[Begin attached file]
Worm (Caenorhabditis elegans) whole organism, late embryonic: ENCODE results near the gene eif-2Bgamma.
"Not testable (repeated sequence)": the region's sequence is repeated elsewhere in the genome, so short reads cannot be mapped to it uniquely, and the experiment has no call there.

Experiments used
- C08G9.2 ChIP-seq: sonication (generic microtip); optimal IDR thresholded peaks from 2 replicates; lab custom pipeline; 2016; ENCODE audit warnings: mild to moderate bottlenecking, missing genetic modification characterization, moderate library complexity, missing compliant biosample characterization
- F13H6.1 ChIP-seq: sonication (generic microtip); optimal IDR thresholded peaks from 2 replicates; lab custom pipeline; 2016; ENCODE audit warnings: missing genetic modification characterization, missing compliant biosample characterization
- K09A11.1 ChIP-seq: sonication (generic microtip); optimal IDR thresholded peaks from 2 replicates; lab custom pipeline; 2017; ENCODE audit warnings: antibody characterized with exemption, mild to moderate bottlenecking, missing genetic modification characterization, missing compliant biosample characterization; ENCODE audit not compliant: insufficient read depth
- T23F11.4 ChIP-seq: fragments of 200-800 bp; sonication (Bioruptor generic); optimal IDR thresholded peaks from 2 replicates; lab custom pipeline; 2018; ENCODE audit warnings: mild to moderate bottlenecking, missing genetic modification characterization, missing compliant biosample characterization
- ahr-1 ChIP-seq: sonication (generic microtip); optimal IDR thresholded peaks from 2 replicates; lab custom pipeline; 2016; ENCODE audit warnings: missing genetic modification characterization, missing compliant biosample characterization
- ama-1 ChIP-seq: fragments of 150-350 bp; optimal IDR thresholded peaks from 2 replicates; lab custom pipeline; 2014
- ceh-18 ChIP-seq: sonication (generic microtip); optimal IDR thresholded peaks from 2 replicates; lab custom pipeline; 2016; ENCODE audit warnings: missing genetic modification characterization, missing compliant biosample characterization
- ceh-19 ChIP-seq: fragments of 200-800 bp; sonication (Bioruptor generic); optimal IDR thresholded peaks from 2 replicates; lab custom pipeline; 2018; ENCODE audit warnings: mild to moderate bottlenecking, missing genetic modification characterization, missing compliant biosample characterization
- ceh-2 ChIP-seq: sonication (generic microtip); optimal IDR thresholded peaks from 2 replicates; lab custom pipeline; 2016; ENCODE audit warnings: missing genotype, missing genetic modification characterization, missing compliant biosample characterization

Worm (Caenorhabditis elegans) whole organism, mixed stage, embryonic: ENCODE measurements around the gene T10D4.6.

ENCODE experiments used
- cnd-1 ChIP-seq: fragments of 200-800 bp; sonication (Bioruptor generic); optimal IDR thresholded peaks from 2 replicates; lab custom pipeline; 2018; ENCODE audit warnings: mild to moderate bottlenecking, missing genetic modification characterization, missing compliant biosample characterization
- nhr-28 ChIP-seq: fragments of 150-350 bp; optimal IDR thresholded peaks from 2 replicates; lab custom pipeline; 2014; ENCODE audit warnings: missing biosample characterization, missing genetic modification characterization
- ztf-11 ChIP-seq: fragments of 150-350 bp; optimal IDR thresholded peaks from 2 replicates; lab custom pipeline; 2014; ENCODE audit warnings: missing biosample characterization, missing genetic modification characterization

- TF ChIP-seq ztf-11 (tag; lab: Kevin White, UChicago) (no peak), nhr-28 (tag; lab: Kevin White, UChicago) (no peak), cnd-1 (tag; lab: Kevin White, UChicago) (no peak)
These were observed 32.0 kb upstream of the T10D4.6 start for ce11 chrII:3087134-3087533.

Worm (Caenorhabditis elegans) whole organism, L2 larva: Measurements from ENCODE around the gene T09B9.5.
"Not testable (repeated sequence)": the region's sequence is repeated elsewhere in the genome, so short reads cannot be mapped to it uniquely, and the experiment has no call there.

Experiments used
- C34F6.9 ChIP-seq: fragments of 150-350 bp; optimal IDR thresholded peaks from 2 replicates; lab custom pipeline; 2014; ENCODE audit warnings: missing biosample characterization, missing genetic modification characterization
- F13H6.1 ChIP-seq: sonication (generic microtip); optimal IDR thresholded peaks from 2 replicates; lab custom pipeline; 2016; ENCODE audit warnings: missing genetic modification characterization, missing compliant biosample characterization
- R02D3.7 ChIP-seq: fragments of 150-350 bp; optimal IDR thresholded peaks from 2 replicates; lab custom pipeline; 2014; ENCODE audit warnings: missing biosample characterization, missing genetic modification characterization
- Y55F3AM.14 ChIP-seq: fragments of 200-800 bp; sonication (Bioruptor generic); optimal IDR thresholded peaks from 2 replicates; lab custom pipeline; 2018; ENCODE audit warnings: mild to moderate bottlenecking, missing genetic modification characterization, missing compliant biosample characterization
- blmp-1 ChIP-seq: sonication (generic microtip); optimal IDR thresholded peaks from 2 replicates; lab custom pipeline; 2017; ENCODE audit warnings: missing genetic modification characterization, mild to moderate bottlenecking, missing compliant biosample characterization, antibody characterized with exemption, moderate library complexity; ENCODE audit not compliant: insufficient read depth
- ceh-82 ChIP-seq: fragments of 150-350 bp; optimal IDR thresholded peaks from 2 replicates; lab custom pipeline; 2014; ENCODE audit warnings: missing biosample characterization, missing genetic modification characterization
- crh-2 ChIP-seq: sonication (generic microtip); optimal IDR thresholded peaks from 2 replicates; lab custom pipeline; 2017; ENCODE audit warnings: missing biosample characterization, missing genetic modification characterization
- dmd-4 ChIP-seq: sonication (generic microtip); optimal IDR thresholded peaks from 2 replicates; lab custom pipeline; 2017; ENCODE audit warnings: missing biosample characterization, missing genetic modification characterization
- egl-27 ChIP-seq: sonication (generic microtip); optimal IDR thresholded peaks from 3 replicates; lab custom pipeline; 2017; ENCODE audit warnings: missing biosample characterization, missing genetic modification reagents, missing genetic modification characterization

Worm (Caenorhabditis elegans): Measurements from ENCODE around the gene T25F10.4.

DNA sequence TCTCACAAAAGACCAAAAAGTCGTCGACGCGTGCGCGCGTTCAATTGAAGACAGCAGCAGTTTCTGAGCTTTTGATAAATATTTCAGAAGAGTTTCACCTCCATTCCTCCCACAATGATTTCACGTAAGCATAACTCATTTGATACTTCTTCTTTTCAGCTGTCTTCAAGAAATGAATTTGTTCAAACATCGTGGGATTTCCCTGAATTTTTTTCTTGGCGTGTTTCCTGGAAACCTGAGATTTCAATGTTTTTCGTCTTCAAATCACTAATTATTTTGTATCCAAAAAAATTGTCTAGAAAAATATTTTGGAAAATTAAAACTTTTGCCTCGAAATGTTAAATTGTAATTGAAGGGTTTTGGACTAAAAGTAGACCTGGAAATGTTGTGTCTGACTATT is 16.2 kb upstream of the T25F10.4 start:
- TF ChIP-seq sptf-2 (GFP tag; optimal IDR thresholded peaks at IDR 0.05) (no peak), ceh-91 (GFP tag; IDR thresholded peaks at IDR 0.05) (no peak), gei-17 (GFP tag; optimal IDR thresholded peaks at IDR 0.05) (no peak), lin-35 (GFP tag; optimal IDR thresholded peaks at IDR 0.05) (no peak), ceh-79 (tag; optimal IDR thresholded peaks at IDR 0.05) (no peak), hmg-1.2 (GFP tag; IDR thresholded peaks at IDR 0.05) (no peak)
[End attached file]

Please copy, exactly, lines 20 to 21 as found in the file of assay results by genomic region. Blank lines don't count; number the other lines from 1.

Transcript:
Worm (Caenorhabditis elegans) whole organism, L2 larva: Measurements from ENCODE around the gene T09B9.5.
"Not testable (repeated sequence)": the region's sequence is repeated elsewhere in the genome, so short reads cannot be mapped to it uniquely, and the experiment has no call there.